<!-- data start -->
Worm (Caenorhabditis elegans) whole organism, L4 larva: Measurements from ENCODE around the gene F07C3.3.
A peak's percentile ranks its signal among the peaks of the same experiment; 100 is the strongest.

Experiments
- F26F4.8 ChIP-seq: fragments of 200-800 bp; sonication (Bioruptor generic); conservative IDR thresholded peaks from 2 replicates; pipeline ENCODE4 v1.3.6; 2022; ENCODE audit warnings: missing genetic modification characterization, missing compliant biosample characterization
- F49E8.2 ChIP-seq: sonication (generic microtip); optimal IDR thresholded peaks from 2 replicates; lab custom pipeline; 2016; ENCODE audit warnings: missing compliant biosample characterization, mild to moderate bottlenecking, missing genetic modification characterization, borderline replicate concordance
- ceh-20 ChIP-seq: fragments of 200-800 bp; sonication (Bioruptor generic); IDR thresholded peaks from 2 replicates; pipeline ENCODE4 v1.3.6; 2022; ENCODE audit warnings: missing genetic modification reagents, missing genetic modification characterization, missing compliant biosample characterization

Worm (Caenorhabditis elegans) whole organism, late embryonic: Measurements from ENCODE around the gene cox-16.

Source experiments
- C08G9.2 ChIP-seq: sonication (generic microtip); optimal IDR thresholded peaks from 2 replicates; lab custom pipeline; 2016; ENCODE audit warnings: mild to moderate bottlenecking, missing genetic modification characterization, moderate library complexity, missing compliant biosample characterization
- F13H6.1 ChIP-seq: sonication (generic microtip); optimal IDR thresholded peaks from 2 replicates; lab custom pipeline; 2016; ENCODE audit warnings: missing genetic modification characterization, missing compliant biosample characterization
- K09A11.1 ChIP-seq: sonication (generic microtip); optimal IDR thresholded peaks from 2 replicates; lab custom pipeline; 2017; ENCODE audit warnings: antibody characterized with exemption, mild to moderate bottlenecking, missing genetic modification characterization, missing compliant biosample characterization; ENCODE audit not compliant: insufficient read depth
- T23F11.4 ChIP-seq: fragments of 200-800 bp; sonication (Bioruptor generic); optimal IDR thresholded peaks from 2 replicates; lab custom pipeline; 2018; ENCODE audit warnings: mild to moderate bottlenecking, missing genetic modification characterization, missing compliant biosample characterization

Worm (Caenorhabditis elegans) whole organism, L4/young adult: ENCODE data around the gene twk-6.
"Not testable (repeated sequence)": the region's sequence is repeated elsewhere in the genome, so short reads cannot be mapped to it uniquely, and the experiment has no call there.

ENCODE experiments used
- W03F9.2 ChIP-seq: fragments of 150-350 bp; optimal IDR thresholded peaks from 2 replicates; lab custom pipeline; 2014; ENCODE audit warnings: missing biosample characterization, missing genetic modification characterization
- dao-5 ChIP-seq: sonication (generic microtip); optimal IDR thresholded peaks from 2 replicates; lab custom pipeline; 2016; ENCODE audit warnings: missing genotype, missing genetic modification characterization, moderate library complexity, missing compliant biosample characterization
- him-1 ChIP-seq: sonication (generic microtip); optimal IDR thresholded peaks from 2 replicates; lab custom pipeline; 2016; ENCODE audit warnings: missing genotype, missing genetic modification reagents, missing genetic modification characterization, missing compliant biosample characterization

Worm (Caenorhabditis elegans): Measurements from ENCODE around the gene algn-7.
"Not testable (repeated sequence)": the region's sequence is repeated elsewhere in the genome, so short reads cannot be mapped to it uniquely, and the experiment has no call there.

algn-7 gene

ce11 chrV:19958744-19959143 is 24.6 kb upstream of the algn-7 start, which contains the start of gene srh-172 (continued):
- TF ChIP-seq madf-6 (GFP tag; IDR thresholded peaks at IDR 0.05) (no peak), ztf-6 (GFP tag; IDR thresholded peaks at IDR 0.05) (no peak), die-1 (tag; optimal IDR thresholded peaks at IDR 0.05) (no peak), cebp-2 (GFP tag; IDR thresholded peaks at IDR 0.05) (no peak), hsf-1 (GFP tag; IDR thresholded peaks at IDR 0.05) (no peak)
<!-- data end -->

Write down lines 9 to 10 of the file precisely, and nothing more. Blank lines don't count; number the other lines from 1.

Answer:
- C08G9.2 ChIP-seq: sonication (generic microtip); optimal IDR thresholded peaks from 2 replicates; lab custom pipeline; 2016; ENCODE audit warnings: mild to moderate bottlenecking, missing genetic modification characterization, moderate library complexity, missing compliant biosample characterization
- F13H6.1 ChIP-seq: sonication (generic microtip); optimal IDR thresholded peaks from 2 replicates; lab custom pipeline; 2016; ENCODE audit warnings: missing genetic modification characterization, missing compliant biosample characterization